For the first time, the workforce is made up of five generations. On the one hand, this multi-generational workforce translates into a diversity of skills, experience and perspectives that is deeply enriching.
On the other, each generation tends to have different attitudes, aspirations, priorities and ways of communicating.
This represents a major challenge for HR professionals.
Until we truly understand – and embrace – these differences, we can’t leverage the full potential of this multi-generational workforce.
With that in mind, we’ve put together a two-part series on understanding, embracing and leveraging the multi-generational workforce. This, part 1, offers an overview of each generation in broad-brushstroke terms. When it comes to hiring workers from different generations, be sure you’re using our free online recruiting software! Recruiteze makes tracking talent and hiring easy.
The Multi-Generational Workforce: An Overview
The Traditional Generation, or the Silent Generation, refers to those born before 1946. Some of our most powerful business leaders are from the Traditional generation, and many companies will have Traditional Directors on the Board.
Traditionalists are generally characterized by conformist attitudes and unwavering respect for authority. For most Traditionalists, rules are made to be strictly adhered to. Patriotism and an emphasis on teamwork are other major characteristics.
Traditionalists tend to be granular, disciplined, conformist and patriotic
Traditionalists tend to be granular and detail-orientated. They’re disciplined, and tend to favour hierarchical structure where younger generations might lean towards a more horizontal working environment.
It’s easy to ignore the Traditional generation as being of little relevance as the workforce changes, but bear in mind that these people are the ‘baseline’ of many a company. Traditionalists in senior positions are responsible for setting strategic direction, so understanding where they’re coming from is critical.
Baby boomers are the post-war generation born between approximately 1946 and 1964.
Post-war optimism and opportunity is generally understood to have inspired a generation of hope, aspiration and ambition. Baby Boomers in the workplace are understood to be collaborative, adaptable, confident and hard-working. They often tend to be goal-orientated, and bring a level of experience unique to their generation.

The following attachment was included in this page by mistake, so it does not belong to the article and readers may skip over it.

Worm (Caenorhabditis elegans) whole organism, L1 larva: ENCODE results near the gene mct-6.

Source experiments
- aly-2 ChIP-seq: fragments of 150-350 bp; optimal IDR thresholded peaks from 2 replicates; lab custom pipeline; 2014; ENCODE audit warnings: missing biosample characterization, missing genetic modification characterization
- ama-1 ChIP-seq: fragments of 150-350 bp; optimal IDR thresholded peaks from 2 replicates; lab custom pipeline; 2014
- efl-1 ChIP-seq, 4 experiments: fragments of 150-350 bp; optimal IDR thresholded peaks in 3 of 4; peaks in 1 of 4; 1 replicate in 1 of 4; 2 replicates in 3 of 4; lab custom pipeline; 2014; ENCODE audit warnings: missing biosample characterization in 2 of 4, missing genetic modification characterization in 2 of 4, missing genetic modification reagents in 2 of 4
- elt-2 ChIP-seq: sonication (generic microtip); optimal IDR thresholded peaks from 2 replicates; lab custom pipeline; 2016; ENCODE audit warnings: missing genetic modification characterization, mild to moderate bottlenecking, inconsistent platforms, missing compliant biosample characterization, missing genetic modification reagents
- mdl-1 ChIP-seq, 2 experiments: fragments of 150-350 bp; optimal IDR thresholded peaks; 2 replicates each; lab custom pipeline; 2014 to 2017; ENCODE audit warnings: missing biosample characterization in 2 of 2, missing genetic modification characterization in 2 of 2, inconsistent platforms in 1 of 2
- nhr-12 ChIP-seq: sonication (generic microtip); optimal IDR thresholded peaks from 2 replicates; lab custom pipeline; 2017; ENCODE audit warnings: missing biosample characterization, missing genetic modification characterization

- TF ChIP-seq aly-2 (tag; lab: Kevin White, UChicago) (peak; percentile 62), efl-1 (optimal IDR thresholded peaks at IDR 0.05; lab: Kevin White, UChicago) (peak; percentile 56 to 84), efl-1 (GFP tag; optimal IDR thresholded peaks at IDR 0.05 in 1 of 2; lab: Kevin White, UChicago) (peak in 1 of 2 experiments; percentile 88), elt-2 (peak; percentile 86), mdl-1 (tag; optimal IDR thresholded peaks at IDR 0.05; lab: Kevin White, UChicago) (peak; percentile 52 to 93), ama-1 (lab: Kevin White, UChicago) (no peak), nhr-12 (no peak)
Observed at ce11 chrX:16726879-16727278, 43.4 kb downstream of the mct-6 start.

Baby Boomers in the workplace are understood to be collaborative, adaptable, confident and hard-working
More than half of Baby Boomers cite a preference for working beyond retirement age based on non-financial factors. Bill Coleman of RetirementJobs characterises Baby Boomers as seeking “stability, something to do, reasons to be useful, and ways to interact” (Via Inc. Magazine).
He points out that Baby Boomers tend to be “more empathetic, better communicators and more comforting”.
The Baby Boomer generation tend to be very hard working, enjoy contributing for its own sake, and take pleasure in helping others succeed. Their invaluable experience paired with these skills makes them a valuable asset.
Baby Boomers can productively help mentor and nurture younger generations coming into the workforce – and will tend to enjoy doing so.
Born in 1965 – 1980, Generation Xers are very different from the Baby Boomers before them. As Baby Boomers explored the opportunities granted them post-war, Gen X were left to fend for themselves. As such, Gen X is generally seen as highly independent, thriving when given autonomy. This stands in contrast to previous generations for whom respect for authority took precedence.
Gen X know the value of hard work. Facing tough economic times, Gen X weren’t gifted the opportunities Baby Boomers had been. Drive, determination and resilience are qualities Gen X tend to have in spades.
Gen X is generally seen as highly independent, driven and resilient, but also more likely to prioritise work/life balance than previous generations.
You’ll also find Gen X tend to prioritize work/life balance and flexible working more than previous generations. Where Baby Boomers are often characterized as being work-obsessed, Gen X often prioritise family life in a way their parents did not. Lifestyle becomes important for Gen X.
Meaningful work tends to be particularly important to Gen X
Gen X tend to look for fulfillment in the workplace, with recognition being an important motivating factor. They tend to value the relationship with peers and look for a working environment where they’ll be more than just a ‘cog’. If you need help hiring Gen Xers, try using our free online recruiting software. You’ll love how Recruiteze saves you time and money!
Otherwise known as Millennials, Gen. Y are those born between around 1980 and 2000.
They tend to see work as insecure, and feel more empowered than other generations to pursue atypical opportunities such as freelancing. They tend to be less loyal, and job-hopping is often considered both normal and desirable. You could almost characterize Gen Y as opportunistic.